Three or four different video player apps appeared but by far the most popular was DicePlayer. One of the things that was mentioned by many of the users was the windows share, Samba share and HTTP live streaming support for video on this app.

Web & News Reader:

Chrome was the only browser anyone mentioned, let’s be honest its certainly the pick of an ever-growing bunch of apps that do the same thing. The advantage of Chrome on Android is obviously that it’s a Google App running on a Google OS which (in theory at least) means it’s optimised for the best performance that your device can offer in a web browsing experience.

Pocket was mentioned by most (we even got Ausdroid Director Chris onto it!) as the obvious and only choice for saving things for later.

  • Stories from RSS feeds
  • Web Pages
  • Tweets to investigate

Among many other options, you can read things further from a PC, Tablet or Mobile device when you have time. It’s got a cloud based login that saves stories, tweets, articles and videos back to your queue for you to “read it later” (unsurprisingly, the app’s previous name). Pocket is particularly useful for people like myself who have paid employment and often get notified of stories during the work day via twitter etc. I save it to Pocket and read in detail on my lunch break or when I get home.

Three separate RSS/News Readers got mentioned more than once:

Each of which accomplish the same goal of displaying to you the news feeds that you choose to view on a regular basis, sorted in the order you choose to ensure you see the news, articles and breaking info that you want to see.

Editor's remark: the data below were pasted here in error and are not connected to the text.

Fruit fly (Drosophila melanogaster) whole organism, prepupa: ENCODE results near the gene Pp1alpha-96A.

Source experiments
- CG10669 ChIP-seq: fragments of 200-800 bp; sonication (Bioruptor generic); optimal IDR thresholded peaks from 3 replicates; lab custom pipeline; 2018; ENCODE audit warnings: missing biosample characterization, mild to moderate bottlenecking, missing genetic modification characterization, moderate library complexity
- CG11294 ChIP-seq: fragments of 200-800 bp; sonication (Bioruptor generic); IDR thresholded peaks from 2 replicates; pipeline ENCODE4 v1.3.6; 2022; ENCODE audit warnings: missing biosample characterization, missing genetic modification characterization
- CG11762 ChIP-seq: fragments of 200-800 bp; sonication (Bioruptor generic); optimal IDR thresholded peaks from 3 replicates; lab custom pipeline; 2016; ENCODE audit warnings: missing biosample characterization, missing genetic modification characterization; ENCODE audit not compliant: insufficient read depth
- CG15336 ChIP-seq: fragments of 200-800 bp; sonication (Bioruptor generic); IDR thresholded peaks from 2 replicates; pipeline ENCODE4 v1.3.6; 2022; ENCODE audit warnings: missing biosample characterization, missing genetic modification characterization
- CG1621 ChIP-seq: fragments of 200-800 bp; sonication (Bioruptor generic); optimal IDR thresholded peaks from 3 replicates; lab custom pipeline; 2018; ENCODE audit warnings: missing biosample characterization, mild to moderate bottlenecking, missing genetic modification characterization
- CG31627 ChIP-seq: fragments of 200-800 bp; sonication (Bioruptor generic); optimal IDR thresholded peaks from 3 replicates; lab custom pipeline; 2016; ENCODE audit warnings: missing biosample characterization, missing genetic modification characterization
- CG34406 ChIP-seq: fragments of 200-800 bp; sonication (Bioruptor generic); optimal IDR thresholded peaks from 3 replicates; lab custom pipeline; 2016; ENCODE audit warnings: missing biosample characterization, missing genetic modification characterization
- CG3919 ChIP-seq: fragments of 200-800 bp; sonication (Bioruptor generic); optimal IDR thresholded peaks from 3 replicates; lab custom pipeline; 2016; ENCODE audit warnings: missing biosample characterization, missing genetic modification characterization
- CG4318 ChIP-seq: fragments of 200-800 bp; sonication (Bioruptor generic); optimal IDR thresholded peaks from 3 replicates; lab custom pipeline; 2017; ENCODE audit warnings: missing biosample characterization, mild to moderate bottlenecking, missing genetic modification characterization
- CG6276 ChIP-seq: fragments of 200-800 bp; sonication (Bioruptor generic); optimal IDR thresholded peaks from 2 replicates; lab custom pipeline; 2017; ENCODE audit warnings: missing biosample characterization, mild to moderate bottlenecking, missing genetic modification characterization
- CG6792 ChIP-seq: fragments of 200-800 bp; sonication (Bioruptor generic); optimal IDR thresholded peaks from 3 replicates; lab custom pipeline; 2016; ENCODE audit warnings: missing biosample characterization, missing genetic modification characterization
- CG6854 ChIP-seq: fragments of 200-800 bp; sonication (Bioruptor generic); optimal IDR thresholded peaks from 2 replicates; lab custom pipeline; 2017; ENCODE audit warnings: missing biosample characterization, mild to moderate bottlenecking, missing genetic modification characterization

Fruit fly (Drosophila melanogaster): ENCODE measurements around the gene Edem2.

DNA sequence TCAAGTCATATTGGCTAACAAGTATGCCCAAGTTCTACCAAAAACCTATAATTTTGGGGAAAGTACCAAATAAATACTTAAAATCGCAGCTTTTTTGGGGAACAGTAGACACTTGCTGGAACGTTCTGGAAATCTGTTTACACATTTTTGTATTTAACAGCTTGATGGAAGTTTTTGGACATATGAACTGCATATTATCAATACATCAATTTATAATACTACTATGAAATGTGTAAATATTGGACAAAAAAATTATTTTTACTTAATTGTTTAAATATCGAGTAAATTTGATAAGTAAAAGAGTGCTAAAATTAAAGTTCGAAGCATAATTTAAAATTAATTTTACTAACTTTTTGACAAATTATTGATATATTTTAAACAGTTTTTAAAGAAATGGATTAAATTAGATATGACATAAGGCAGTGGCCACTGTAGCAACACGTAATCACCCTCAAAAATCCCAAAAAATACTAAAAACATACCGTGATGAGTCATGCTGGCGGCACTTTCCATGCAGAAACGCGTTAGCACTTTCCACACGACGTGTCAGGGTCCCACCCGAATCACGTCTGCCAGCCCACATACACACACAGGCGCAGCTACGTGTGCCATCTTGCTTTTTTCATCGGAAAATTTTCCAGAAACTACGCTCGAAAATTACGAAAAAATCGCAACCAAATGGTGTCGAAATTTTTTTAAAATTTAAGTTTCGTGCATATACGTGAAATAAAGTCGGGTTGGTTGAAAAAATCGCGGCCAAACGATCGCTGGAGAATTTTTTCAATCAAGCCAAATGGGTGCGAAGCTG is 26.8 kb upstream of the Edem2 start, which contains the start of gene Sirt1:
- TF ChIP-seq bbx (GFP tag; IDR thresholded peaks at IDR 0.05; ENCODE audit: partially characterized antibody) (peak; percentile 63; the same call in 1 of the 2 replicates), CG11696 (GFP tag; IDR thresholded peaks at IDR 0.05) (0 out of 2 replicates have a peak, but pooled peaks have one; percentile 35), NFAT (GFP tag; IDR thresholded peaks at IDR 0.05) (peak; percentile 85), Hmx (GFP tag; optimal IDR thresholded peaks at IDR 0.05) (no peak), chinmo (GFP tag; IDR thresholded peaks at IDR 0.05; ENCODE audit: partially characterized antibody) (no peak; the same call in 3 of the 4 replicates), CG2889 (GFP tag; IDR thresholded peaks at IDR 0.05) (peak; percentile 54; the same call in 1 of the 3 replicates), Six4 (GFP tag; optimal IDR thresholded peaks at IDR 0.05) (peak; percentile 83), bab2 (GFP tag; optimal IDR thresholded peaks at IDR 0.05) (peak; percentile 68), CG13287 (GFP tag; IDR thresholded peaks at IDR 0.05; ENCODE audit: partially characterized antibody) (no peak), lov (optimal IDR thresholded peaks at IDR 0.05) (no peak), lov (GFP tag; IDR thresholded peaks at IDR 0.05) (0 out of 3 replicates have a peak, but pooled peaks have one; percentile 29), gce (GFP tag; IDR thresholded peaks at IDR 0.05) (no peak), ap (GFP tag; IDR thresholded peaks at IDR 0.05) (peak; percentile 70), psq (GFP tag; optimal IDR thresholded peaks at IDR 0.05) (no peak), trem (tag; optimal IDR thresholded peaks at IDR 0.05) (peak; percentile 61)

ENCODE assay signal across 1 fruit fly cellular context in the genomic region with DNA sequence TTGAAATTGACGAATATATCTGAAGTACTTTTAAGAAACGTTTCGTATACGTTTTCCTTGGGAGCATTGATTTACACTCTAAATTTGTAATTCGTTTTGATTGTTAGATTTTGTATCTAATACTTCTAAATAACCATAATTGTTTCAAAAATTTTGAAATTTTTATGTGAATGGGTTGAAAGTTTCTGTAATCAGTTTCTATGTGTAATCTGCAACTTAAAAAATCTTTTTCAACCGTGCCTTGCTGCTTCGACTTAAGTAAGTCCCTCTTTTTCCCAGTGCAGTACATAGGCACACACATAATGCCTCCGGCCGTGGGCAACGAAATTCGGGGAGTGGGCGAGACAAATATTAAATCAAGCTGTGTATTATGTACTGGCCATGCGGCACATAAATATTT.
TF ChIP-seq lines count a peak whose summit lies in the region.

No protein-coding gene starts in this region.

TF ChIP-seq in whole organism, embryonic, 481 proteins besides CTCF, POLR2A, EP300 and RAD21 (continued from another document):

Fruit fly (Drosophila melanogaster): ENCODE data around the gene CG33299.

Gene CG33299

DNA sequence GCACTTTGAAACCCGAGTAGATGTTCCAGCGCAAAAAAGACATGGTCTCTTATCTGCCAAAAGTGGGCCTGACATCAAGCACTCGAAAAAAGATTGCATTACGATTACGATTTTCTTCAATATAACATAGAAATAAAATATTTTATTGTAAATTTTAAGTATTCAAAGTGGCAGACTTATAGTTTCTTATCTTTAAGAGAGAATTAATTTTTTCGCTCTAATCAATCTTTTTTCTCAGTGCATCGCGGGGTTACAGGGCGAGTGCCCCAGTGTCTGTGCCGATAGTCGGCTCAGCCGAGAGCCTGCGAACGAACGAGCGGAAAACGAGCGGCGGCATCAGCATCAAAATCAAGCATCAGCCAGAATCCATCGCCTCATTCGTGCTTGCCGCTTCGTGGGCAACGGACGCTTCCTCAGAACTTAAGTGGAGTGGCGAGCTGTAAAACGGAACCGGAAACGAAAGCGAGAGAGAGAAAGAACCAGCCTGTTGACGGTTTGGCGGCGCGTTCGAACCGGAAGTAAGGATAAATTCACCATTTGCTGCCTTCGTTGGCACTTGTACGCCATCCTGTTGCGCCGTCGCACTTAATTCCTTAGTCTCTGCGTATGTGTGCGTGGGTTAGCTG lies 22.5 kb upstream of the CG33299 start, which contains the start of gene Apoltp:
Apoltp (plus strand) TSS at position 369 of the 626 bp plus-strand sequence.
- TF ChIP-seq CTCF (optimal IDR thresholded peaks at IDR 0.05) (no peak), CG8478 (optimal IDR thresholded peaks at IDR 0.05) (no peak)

With so many choices how do you make yours?

The best recommendation I can make to anyone who’s thinking about playing around in the world of apps is to try things!

You’re not going to do any damage to your phone by installing and uninstalling apps you don’t like, it’s a part of the education process. Figure out what you like and work with it, and don’t be afraid to try new things because (outside of rooting and changing ROM’s on your phone) the likelihood of doing any damage to your phone is negligible! These devices are designed to keep you connected and informed so get out there, play and experiment with yours.

Good luck and have fun.

  • JeniSkunk

    Google Chrome for Android demands ICS as min OS. So the question that comes to mind is which browser does the majority of Android users use?
    As for an android app which somehow didn’t get a mention, QuickPic as a replacement for Gallery.
    https://play.google.com/store/apps/details?id=com.alensw.PicFolder

    • http://ausdroid.net Chris Rowland (Team Ausdroid)

      I’d say the majority probably use the stock browser. My guess would be only power users and tweakers would change to something else, e.g. Chrome, Dolphin or something else.

    • Phil Tann

      That’s a fair call – The majority of users are certainly using the stock gingerbread browser since the majority of users are on Gingerbread!

      QuickPic got 1 mention in my enquiries, but at 1200 words already this post was starting to approach editorial length and to be perfectly honest I’m too time poor this week to build it any further. I appreciate the honest feedback – Thanks!

  • Darren Kemp

    What about Currents? I used to use Reader HD but since Currents is now a pre packaged app in Jelly Bean, I thought I should give it a try. Once I got over the fact that I can’t easily see the new items that I haven’t previously read, I really started to enjoy it.

  • Geoff Fieldew

    We really are a bunch of information junkies. At least that’s what this little survey is telling me.